• logo linkedin
  • logo email
African Economic Growth
France is holding a summit on May 18 on the financing of African economies, most of which have suffered from the health crisis. In this interview, Cécile Valadier, AFD's Deputy Head of the Economic Assessment and Public Policy Department, takes stock of the economic situation in African countries and the solutions proposed by the international community to get their economies back on track.

Cecile ValadierWhat state are African economies in, a year and a half on from the start of the Covid-19 pandemic?

Cécile Valadier: Economic activity in Africa has been less affected than other regions of the world, such as Latin America. It nevertheless experienced a GDP decline of 1.9% on average in 2020. It’s the first time in at least 30 years that Africa has gone through a recession.

Some countries have been hit more severely than others by the health crisis. We can see this in the Comoros, the Gambia , and the Seychelles, which depend on tourism, and also in Angola, Nigeria, and the Congo, which have been affected by the drop in oil prices. 
It’s also generally the case of countries dependent on raw material exports, such as South Africa, Zambia and others. The countries that have fared best are those that have diversified their revenues and managed to benefit from growth in sectors less affected by the crisis. These include Benin, Côte d’Ivoire, Kenya, and Senegal.

Overall, extreme poverty grew last year: sub-Saharan Africa now has 34 million “new poor” living on less than $2 a day, according to World Bank estimates.

How is economic recovery in Africa shaping up?

C.V.: The African economy is expected to pick up, with GDP growth estimated at up to 3.4% this year. It won’t be possible to return to pre-crisis levels for at least several years. The recovery in Africa is thus smaller than in the advanced economies of the rest of the world.

See also: “African Economies in 2021: reasons for optimism”

There are two reasons for this. First, the delay in obtaining vaccines is complicating a return to normal economic activity in African countries, because they will probably have to maintain some restrictions in the coming months. Second, African countries spend a smaller share of GDP on stimulus packages because they do not have the same fiscal resources as other economies. Their access to tax revenue and to external financing is limited, as is the room for maneuver of their central banks.

Is the public debt of African countries a cause of concern?

C.V.: It was a cause of concern even before the crisis! Many countries benefited from the debt cancellations of the 2000s, but there has been a marked trend toward re-indebtedness. The continent’s cumulative public debt, for example, rose from $650 billion in 2010 to $1.4 trillion in 2019. Nineteen countries are in a situation of over-indebtedness.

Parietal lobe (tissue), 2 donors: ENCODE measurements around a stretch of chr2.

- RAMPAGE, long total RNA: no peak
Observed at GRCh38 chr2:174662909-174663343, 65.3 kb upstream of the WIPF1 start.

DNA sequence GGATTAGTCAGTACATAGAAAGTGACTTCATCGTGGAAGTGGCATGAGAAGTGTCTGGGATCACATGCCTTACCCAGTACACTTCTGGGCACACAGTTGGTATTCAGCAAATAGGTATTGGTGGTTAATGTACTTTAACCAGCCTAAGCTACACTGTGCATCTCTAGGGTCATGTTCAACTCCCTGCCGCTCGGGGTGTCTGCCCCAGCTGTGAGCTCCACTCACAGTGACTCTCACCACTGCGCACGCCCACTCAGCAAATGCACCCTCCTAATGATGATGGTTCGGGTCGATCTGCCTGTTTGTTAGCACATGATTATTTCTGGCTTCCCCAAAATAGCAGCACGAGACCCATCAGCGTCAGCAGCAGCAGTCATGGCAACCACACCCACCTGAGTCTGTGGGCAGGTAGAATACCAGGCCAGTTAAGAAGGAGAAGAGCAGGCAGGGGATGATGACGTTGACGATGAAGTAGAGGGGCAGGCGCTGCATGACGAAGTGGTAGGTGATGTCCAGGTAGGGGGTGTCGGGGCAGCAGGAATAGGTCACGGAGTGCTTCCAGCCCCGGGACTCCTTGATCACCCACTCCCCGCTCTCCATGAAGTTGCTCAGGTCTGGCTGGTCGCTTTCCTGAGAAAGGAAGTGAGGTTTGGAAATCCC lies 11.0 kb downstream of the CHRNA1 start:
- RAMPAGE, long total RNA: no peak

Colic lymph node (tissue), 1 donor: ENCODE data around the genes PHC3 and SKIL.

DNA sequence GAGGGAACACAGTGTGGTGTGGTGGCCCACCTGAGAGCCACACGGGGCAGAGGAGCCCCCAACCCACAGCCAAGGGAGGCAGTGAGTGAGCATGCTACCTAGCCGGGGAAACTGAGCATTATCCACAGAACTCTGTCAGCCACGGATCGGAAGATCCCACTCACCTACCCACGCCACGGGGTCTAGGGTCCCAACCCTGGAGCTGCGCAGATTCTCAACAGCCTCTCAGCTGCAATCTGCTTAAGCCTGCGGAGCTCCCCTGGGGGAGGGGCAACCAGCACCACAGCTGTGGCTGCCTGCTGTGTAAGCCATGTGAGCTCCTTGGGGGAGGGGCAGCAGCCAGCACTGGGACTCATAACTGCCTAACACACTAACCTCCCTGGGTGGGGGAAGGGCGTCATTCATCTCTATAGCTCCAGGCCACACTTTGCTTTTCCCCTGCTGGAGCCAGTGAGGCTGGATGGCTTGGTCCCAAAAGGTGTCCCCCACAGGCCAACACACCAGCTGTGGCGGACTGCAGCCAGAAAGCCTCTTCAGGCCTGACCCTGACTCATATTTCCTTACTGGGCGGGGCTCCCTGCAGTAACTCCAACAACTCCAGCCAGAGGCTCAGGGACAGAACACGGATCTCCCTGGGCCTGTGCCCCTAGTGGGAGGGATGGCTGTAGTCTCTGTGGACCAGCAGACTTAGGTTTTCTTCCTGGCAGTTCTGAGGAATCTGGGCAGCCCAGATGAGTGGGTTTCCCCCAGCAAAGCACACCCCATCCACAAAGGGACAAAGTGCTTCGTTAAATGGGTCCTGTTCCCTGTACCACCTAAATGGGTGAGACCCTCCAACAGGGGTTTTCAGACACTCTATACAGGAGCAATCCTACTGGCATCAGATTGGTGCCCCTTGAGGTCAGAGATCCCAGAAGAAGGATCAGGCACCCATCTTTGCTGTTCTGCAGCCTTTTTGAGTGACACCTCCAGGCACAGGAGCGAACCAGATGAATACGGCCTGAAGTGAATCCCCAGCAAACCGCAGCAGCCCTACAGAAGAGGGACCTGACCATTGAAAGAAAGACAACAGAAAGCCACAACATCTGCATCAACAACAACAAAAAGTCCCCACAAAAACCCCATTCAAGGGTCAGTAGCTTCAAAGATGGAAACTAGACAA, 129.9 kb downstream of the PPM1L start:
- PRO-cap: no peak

In 2020, debt as a percentage of GDP increased in 44 African countries. The health crisis is a shock with long-lasting consequences, and we can expect this substantial increase in debt to last for some time. Given the spending to combat the health crisis, debt will not go away on its own. 

What worries us is that, for financing, the needs are enormous in these countries. It will be difficult for them to resort to external debt, particularly for social, education or infrastructure expenditures that are likely to boost growth. These issues are more fully developed in a research paper in the Macrodev series that we’ve just published in French on the current state and future challenges of debt sustainability in Africa. 

What solutions are proposed by the international community?

C.V.: Bilateral lenders from the Paris Club realized early on that traditional external sources of funding would dry up, and that this would create tensions in financing the responses to the health crisis. 

A number of debt repayments scheduled for 2020 were suspended, representing a total of €6 billion. That suspension was then extended to 2021. This has given governments breathing space, enabling them to use funds for pressing health and social expenditures. Work is now underway with members and non-members of the Paris Club to restructure the debt of several countries.
For its part, France, via AFD, launched the Health in Common initiative in April 2020, at the start of the crisis. Its aim is to support health systems in fragile countries, especially in Africa. This €1.2-billion initiative has already helped support domestic programs to respond to Covid-19 and to bolster regional networks for epidemiological surveillance.

France is hosting the Summit on the Financing of African Economies. What are the summit’s objectives?

C.V.: Heads of State from Africa and the G20 will meet together to push forward the financial responses that African countries need. It will be an opportunity to assess financing needs and to see how they can be met. The summit will also discuss the Common Framework for Debt Treatments. Implementation of this program for debtor countries in difficulty, announced last November by the G20, helps focus donor efforts on a strong and joint response.

A multilateral approach to these issues is possible and moreover desirable. It will help achieve better results by including more creditors. Afterwards we’ll have to see whether private creditors are prepared to make financial efforts at least as big as those of public lenders.

The summit will also discuss Africa’s economic recovery. How can Africa get back on the growth track? What players will be behind it in the African private sector? And what can lenders do to support this sector? It’s in this way that we’ll be able to alleviate the debt burden of African countries.